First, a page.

Book Review "Nano" No spoilers

From: Keith Henson (
Date: Thu Sep 02 2004 - 23:16:00 MDT

By John Robert Marlow

This book is on topic here being fiction about the Singularity, having
Vernor Vinge on the back cover and Eliezer in the acknowledgments.

And Vinge is right in what he says, the book will make a spectacular movie.

But oh man is it painful to read. Not because of the story line. Even if
a bit predictable it's ok for Matrix type violent adventure.

The problem is the "science," or rather what is supposed to pass for science.

Nanotechnology is not magic and most of my complaints are about gross
violation of conservation of mass, thermodynamics, mass flows, doubling
times and the like. But that's not all the places it will irritate
you. On page 133 the good guys are trying to see who the bad guys are by
analyzing a depleted uranium bullet. "We should have a signature on the
uranium by the end of the day; from there we'll have the nation and reactor
core of origin."

I know what this story bit is imitating--Tom Clancy's excellent "Sum of all
Fears" where the origin of plutonium in a bomb is determined. But depleted
uranium that's used for things like bullets never went near a
reactor. It's "depleted" of the easy to fission isotope U235. This is the
kind of error a knowledgeable editor should have caught.

In another place Marlow describes an invisible aircraft, one that has light
emitters on it that make the surface of the aircraft look like the
background and the story line makes use of the invisible properties of the
aircraft. It is reasonable to assume that we could eventually have
aircraft surfaces that can display the view blocked by the aircraft. But
if you think about it, to do this you have to know exactly what direction
you want to fool someone. Otherwise, you don't know what background to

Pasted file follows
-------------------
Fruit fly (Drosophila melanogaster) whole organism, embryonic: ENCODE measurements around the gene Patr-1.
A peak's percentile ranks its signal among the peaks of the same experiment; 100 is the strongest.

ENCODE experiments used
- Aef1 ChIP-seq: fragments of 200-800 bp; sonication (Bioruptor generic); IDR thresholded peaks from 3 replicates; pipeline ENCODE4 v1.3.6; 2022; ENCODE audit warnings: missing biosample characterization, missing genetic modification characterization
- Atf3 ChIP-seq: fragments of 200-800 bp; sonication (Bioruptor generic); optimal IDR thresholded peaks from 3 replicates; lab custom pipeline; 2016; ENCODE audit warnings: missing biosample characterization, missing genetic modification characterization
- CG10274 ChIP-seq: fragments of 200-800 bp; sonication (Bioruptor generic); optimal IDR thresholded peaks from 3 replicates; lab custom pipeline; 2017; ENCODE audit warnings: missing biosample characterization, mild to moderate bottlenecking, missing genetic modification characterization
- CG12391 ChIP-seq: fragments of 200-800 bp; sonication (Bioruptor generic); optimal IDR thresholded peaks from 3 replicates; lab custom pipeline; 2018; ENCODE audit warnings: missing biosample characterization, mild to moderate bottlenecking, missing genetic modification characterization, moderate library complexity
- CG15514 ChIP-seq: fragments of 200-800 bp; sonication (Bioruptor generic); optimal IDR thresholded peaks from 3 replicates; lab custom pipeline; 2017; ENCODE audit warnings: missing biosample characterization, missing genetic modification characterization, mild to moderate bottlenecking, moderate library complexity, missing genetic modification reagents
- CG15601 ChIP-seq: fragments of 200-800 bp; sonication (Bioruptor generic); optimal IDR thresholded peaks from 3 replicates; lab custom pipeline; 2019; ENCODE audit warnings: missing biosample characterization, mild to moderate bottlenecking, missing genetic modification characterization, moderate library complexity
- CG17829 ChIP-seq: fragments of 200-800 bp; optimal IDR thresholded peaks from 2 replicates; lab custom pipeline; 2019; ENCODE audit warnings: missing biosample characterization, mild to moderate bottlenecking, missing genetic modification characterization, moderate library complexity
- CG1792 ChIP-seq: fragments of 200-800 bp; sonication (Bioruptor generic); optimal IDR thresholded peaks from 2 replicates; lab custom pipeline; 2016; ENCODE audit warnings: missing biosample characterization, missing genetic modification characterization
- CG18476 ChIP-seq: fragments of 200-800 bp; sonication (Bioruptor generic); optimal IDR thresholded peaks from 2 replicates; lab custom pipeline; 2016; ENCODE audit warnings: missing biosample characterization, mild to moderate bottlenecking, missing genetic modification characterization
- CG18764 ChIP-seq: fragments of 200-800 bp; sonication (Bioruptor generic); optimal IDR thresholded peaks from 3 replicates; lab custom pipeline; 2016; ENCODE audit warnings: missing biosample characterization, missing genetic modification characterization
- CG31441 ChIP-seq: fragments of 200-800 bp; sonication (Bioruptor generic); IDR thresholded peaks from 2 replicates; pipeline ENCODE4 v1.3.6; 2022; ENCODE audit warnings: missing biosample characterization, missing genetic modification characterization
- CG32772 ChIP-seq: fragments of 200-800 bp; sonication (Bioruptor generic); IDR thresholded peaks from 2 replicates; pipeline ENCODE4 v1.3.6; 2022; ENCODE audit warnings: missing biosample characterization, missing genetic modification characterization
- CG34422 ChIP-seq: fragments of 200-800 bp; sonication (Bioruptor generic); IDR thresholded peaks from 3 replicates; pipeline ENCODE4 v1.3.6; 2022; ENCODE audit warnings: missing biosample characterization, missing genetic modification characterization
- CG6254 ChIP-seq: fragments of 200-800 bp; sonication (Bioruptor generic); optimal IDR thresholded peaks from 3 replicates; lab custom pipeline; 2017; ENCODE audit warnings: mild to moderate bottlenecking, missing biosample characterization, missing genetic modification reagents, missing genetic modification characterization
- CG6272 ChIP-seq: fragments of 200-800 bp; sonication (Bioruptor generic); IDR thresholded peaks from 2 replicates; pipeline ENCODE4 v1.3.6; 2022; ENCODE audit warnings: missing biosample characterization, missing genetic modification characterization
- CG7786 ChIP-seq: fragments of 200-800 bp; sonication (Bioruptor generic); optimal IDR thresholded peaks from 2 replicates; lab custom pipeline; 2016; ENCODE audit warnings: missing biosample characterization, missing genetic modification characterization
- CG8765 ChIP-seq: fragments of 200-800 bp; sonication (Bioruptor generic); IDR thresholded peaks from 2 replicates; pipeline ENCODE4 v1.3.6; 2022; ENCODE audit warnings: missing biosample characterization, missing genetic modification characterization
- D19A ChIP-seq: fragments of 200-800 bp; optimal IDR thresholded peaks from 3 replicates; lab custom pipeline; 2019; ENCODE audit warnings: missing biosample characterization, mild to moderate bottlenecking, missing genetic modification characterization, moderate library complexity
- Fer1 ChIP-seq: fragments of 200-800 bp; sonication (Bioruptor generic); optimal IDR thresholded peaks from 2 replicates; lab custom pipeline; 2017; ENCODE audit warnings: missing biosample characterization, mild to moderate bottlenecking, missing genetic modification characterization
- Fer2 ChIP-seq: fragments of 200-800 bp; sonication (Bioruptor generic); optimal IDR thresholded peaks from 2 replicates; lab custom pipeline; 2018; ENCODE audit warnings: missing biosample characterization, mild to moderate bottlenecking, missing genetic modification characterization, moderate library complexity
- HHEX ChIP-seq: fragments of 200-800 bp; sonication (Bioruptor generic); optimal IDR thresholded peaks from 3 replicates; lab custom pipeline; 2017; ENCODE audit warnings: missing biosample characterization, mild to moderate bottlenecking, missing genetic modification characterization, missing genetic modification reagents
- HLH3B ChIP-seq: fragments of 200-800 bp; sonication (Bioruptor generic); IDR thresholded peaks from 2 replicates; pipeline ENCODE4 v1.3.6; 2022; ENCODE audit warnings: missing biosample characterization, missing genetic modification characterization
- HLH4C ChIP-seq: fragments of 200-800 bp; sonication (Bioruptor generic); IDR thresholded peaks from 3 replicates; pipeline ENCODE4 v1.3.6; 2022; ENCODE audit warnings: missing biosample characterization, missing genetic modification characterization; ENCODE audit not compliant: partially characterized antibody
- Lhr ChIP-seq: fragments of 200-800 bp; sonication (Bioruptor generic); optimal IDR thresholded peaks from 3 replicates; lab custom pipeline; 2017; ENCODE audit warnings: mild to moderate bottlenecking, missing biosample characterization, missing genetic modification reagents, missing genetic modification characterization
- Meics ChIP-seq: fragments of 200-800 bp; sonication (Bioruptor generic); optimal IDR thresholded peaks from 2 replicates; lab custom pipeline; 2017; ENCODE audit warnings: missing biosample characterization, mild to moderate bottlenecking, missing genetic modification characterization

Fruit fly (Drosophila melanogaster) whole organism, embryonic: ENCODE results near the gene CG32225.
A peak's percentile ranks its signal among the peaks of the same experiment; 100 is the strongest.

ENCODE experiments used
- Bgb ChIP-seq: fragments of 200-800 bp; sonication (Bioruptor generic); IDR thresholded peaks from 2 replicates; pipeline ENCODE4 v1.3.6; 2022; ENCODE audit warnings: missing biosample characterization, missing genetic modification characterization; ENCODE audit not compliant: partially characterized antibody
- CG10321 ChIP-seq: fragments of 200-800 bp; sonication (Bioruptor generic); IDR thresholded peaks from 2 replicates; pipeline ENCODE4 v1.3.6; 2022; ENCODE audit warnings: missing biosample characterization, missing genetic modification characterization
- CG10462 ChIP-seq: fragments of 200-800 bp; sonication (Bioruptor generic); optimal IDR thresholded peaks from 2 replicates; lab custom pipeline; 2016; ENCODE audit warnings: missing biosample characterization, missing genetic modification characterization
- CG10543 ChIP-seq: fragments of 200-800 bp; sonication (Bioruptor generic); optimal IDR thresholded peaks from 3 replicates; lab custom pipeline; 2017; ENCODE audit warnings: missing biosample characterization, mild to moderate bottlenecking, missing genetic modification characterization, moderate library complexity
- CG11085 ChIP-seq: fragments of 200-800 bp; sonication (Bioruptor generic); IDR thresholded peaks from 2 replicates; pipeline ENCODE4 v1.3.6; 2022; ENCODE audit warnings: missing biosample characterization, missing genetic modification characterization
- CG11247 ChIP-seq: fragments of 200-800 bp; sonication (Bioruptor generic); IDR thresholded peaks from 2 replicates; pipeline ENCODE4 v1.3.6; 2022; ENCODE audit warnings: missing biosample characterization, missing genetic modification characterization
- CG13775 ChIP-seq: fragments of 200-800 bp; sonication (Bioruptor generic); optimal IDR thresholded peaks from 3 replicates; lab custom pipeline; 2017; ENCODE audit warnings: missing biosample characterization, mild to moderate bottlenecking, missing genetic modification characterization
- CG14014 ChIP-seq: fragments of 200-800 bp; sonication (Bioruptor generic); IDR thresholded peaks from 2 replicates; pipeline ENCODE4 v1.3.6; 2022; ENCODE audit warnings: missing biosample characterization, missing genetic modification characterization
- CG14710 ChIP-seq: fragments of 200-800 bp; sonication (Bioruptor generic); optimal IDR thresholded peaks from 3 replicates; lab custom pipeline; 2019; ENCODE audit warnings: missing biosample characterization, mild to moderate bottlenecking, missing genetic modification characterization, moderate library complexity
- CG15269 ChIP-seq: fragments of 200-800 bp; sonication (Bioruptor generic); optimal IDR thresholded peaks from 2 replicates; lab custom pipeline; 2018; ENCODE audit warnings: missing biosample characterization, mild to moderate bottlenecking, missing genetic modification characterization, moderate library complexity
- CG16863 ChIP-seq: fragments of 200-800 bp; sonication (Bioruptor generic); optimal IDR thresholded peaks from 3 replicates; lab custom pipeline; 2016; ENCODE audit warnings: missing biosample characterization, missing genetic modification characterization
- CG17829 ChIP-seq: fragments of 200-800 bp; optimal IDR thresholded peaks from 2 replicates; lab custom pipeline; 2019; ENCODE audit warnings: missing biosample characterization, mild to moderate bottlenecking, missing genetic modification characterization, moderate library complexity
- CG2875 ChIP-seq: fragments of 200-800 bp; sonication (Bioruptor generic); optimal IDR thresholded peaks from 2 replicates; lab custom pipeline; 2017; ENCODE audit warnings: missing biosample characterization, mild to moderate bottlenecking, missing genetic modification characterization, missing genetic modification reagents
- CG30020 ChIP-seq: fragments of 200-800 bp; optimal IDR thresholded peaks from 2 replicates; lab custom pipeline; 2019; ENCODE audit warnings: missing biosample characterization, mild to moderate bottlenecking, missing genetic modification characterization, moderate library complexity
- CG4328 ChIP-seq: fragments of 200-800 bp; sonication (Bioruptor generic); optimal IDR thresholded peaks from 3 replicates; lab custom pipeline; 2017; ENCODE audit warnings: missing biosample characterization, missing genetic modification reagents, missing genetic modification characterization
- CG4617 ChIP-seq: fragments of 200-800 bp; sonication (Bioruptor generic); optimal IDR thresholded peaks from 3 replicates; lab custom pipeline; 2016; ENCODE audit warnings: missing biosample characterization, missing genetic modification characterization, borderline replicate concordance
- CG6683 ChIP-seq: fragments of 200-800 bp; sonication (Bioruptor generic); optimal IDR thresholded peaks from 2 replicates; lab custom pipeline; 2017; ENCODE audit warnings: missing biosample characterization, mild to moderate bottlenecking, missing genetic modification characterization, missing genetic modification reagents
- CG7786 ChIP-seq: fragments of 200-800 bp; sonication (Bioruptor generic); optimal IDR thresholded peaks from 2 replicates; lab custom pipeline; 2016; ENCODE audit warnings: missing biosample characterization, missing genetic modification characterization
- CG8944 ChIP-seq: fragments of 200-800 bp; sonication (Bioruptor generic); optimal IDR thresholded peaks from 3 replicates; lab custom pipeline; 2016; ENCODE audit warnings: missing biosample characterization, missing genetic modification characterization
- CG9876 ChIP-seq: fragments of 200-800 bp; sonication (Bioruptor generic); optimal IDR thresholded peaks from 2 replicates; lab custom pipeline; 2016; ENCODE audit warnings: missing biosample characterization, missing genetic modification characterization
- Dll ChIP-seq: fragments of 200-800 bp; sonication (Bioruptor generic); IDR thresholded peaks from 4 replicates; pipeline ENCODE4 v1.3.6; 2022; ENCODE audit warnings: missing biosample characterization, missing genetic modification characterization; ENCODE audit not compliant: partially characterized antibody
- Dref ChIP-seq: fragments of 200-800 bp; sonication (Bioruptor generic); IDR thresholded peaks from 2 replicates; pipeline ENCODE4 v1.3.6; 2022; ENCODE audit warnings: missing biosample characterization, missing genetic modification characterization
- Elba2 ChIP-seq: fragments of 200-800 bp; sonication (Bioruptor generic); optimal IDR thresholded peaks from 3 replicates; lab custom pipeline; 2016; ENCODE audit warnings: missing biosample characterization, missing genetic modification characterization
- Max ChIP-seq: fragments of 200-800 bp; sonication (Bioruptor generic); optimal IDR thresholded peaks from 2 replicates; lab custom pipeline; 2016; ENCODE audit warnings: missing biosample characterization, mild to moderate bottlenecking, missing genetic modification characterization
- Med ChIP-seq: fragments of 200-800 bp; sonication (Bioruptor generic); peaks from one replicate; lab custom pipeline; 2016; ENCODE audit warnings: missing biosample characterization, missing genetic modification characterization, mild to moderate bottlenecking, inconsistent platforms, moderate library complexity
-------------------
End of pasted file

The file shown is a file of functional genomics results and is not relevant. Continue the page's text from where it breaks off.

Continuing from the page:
present. This is applying pre high school geometry and a bit of logic.

The scenes with nanotechnology devices are every bit as bad. Toward the
end of the book he has nano disassemblers eating away at a sea port
city. In a short time they have created a hole where massive amounts of
sea water is pouring in. So where did a fair fraction of a cubic mile of
dirt go?

Early in the book the hero stops a car in seconds by growing a huge redwood
tree in the middle of the street. Now, nanotechnology *can* grow redwoods
a good deal faster than the natural way, but not *that* fast, not starting
with a tenth of a cubic centimeter of nano machines. Eric Drexler makes a
case for doubling in an energy- and material-rich environment of 20
minutes. Estimating a redwood at meter square by 100 meters tall, growing
from a 0.1 cc is an expansion of a billion, 10 exp 9. Since 10 exp 3 is
about 2 exp 10, we are talking 30 doubling, ten hours by Drexler's estimate.

And you don't even want to think about Marlow's understanding of
thermodynamics. Someone told him that heat is a problem when making nano
things fast. So he "solves" it thus:

"Thermal problems?" . . . . "If it becomes a problem you assemble water
for evaporative cooling, then grab the atoms in the vapor and do it over


(Grabbing the vapor returns every bit of heat evaporation took away, and
"assembling" water from atoms releases the searing heat of an oxy hydrogen

I am reminded of the first "chemistry" teacher I had in high school. First
day he told us that boiling water was a chemical reaction that broke up the
water into hydrogen and oxygen which was called "steam."

About half way into the first semester the FBI took him away. Fortunately
for Mr. Marlow they don't do that for authors making mistakes. <grin>

The shame is that with some advice on science and engineering the story
could have been written so that it didn't violate physical laws and been
just as exciting.

As Dr. Vinge says, it will make a spectacular movie. But if you know even
a little about science and engineering reading the book will irritate the
heck out of you.

Keith Henson

PS If you want an example of high adventure that does not violate physical
laws try _The Revolution from Rosinante_ by Alexis A Gilliland. A bit
dated (1981) but still it has an excellent treatment of computers that
transcend humans and are starting to take care of them the way humans take
care of cats.

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